miércoles, 8 de junio de 2016

MercatorNet: A salt-of-the-earth book favourite entertains generations of children [ONLY FOR THOUGHT - NEW SECTION OF LOST IDEAS] while adding value

MercatorNet: A salt-of-the-earth book favourite entertains generations of children

A salt-of-the-earth book favourite entertains generations of children

‘Peter Rabbit’ vs. ‘Polar Bear’s Underwear: the revenge of the classics

A long-lost manuscript is already a bestseller.
Julia Dent | Jun 1 2016 | comment 1 
The Tale of Kitty-In-Bootsby Beatrix Potter
written for ages 2-7published in 2016 | Warne | 72 pages

More than 70 years after her death, Beatrix Potter has a new book coming out in September to coincide with the 150th anniversary of her birth. The long-lost manuscript of The Tale of Kitty-In-Boots, which will be illustrated by Quentin Blake (the wonderful illustrator of Roald Dahl's book), is already a bestseller. Potter, most famous for the well-loved classic The Tale of Peter Rabbit, seems to have worked on the manuscript for The Tale of Kitty-In-Boots in 1914, but stopped whenher publisher didn't seem keen on her idea. So the manuscript stayed unpublished until it was discovered in 2013. Why is a children's book written in 1914 already gaining such a cult following?
Potter's "new" book isn't the first to gain posthumous popularity; last year, Laura Ingalls Wilder's annotated autobiography Pioneer Girl sold like hot cakes. Perhaps these classics are so popular because they are full of timeless morals and virtues often lacking in contemporary children's books. Browsing the titles of some of the most popular recent children's books, I found works such as: Zombies in Love, Polar Bear's Underwear, I Don't Like Koala, Poop Fountain!: The Qwikpick Papers, Hot Rod Hamster: Monster Truck Mania, and The Wonderful Things You Will Be.
Do children really need books about zombies or a polar bear's missing underwear? While I'm sure these books are imaginative and fun, children also need books with more substance; they need books that will help them learn how to build character rather than simply tell them how wonderful they are. Classic books with lessons and virtues can strengthen children's personal ethics and help teach them right from wrong. Potter's famous The Tale of Peter Rabbit has beautiful illustrations as well as a lesson on what happens when you're disobedient and mischievous (Hint: you might end up in a pie).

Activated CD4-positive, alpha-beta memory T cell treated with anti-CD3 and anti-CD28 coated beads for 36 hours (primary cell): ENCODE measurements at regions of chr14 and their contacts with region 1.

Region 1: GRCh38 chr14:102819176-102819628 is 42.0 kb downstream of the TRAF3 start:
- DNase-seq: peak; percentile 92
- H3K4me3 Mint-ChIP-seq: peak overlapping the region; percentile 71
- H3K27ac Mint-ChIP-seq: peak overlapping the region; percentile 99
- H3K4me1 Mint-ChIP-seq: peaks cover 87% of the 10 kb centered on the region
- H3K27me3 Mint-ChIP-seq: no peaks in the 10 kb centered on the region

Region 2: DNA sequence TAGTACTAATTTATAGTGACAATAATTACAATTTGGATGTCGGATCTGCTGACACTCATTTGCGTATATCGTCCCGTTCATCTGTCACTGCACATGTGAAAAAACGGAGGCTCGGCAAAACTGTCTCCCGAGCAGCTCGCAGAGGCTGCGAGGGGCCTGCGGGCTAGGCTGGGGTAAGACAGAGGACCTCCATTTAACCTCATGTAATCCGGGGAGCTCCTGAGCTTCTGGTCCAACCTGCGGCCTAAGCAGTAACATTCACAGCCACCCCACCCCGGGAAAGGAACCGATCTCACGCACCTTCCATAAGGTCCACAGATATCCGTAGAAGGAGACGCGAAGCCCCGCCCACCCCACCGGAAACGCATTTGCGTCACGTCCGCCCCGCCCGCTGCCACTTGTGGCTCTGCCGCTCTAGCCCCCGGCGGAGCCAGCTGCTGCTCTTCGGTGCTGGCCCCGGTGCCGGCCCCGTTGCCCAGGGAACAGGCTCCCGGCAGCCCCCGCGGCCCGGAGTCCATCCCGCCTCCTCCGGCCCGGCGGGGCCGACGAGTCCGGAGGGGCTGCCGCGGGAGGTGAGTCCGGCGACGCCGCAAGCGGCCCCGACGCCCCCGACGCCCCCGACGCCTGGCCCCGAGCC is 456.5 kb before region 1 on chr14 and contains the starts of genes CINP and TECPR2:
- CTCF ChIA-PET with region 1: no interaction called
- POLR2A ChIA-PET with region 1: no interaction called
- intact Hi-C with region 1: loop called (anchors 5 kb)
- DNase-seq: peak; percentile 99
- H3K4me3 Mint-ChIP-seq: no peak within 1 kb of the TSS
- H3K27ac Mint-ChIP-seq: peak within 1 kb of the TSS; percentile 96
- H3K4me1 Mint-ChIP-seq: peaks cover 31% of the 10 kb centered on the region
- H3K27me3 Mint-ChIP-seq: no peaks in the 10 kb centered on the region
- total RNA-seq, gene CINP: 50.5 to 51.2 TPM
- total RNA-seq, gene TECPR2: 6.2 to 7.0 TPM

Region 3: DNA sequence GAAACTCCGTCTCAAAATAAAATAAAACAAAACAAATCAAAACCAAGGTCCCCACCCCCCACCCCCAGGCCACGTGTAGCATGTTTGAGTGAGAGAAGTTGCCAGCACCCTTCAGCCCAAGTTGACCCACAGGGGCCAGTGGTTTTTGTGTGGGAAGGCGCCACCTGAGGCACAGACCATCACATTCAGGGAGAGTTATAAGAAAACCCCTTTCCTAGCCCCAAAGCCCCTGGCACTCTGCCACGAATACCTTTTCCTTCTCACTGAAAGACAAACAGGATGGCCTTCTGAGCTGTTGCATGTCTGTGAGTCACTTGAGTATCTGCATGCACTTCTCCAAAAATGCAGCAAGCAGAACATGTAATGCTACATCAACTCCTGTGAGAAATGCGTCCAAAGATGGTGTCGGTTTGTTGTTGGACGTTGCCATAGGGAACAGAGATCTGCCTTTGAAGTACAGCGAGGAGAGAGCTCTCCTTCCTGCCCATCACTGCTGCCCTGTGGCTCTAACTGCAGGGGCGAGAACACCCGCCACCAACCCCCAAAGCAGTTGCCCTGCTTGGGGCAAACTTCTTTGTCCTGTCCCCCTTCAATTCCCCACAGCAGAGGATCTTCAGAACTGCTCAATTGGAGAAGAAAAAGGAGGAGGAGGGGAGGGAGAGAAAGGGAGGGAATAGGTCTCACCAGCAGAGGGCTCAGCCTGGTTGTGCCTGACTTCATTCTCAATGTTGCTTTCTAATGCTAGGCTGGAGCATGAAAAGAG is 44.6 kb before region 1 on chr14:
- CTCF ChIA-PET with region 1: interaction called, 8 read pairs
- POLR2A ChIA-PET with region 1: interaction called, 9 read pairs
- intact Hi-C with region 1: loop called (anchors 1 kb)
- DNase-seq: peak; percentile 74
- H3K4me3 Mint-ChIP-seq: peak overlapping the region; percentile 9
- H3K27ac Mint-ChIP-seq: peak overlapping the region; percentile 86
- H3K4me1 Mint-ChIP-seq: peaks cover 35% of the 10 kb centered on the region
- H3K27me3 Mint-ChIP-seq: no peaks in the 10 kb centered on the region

If children learn to appreciate classic books at a young age, they might also continue reading the classics as they grow older, which could boost their intelligence. Writers like Shakespeare and Jane Austen not only give readers a glimpse of history, but they also give the brain a work out as much as a difficult math problem might, even though they are also entertaining us.
These books aren't merely educational, however. They also represent timeless virtues in a culture that too often praises the new while neglecting the old. As well, today's early readers have many more outlets competing for their attention, from video games to other screen-based forms of entertainment. In this ephemeral cultural universe, the staying power of a classic children’s book is worth preserving. After all, it's hard to imagine books about zombies being passed down to the next generation like Potter's and Wilder's books have been.
Early enthusiasm about the publication of The Tale of Kitty-In-Boots is about more than the book itself. It's an enthusiasm for the kind of writer Beatrix Potter was: one who didn't shrink from challenging even young readers to think through the moral challenges of daily life, even if that life is lived (as in Kitty-in-Boots) by a crime-fighting cat who, like most children, struggles to be both "serious" and "well-behaved".
This article first appeared on Acculturated and is reproduced here with permission.


I’d like to use this newsletter to remind our friends about the Reading Matters blog, edited by Jennifer Minicus, from New Jersey. She and her fellow writers are posting great reviews of children’s books. Along with a brief description of the book, there are recommendations about its suitability. It’s a terrific resource. Today we feature two reviews from Jane Fagan and Susan Moore.
As well, don’t forget to contribute to our crowd-sourced summer reading list. This time our focus is on crime fiction and thrillers.
Finally, don’t miss the next article in our series about transgenderism. “Are we now officially up to LGBTQQIAAP, or did you fall asleep at your keyboard?” asks Zac Alstin, our associate editor. 

Michael Cook

T comes right after LGB
Zac Alstin | CONJUGALITY | 8 June 2016
It's a very small step from same-sex marriage to transgender.
What Enlightenment thinkers would have made of Donald Trump
Anna Plassart | FEATURES | 8 June 2016
18th Century thinkers had grave fears about the seductive pull of demagogues
Growing Up:  Alexander McCall Smith’s Bertie Pollock
Susan Reibel Moore | READING MATTERS | 8 June 2016
The 44 Scotland Street series
Generosity is… taking six children into your family
Carolyn Moynihan | FAMILY EDGE | 8 June 2016
Faith and friendship flower in a heroic gesture.
A salt-of-the-earth book favourite entertains generations of children
Jane Fagan | READING MATTERS | 8 June 2016
A classic adventure not to be missed!
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